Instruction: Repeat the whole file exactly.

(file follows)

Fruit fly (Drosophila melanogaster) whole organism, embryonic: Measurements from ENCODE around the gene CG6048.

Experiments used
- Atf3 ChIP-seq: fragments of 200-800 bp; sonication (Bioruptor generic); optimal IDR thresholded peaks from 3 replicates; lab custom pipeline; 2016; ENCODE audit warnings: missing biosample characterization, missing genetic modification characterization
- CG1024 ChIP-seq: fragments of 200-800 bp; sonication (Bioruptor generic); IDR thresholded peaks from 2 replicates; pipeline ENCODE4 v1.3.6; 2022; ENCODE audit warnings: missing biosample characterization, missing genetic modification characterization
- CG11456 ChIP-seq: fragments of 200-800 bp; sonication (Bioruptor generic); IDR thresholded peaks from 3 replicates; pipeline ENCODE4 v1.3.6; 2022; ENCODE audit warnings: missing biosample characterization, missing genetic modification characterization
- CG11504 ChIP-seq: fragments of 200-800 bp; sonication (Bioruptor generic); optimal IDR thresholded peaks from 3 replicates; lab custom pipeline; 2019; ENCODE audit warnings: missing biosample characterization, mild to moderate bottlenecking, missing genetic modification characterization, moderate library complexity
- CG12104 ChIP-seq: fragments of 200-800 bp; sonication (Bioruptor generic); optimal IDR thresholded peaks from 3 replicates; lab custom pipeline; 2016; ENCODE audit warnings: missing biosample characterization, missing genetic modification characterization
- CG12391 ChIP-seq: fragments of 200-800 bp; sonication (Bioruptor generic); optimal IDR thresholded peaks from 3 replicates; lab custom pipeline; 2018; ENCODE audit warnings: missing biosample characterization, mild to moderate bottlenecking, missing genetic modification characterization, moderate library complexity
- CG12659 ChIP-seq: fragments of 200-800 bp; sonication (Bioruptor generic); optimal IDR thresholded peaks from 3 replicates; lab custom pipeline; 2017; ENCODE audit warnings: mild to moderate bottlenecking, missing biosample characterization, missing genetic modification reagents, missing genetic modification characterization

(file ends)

Fruit fly (Drosophila melanogaster) whole organism, embryonic: Measurements from ENCODE around the gene CG6048.

Experiments used
- Atf3 ChIP-seq: fragments of 200-800 bp; sonication (Bioruptor generic); optimal IDR thresholded peaks from 3 replicates; lab custom pipeline; 2016; ENCODE audit warnings: missing biosample characterization, missing genetic modification characterization
- CG1024 ChIP-seq: fragments of 200-800 bp; sonication (Bioruptor generic); IDR thresholded peaks from 2 replicates; pipeline ENCODE4 v1.3.6; 2022; ENCODE audit warnings: missing biosample characterization, missing genetic modification characterization
- CG11456 ChIP-seq: fragments of 200-800 bp; sonication (Bioruptor generic); IDR thresholded peaks from 3 replicates; pipeline ENCODE4 v1.3.6; 2022; ENCODE audit warnings: missing biosample characterization, missing genetic modification characterization
- CG11504 ChIP-seq: fragments of 200-800 bp; sonication (Bioruptor generic); optimal IDR thresholded peaks from 3 replicates; lab custom pipeline; 2019; ENCODE audit warnings: missing biosample characterization, mild to moderate bottlenecking, missing genetic modification characterization, moderate library complexity
- CG12104 ChIP-seq: fragments of 200-800 bp; sonication (Bioruptor generic); optimal IDR thresholded peaks from 3 replicates; lab custom pipeline; 2016; ENCODE audit warnings: missing biosample characterization, missing genetic modification characterization
- CG12391 ChIP-seq: fragments of 200-800 bp; sonication (Bioruptor generic); optimal IDR thresholded peaks from 3 replicates; lab custom pipeline; 2018; ENCODE audit warnings: missing biosample characterization, mild to moderate bottlenecking, missing genetic modification characterization, moderate library complexity
- CG12659 ChIP-seq: fragments of 200-800 bp; sonication (Bioruptor generic); optimal IDR thresholded peaks from 3 replicates; lab custom pipeline; 2017; ENCODE audit warnings: mild to moderate bottlenecking, missing biosample characterization, missing genetic modification reagents, missing genetic modification characterization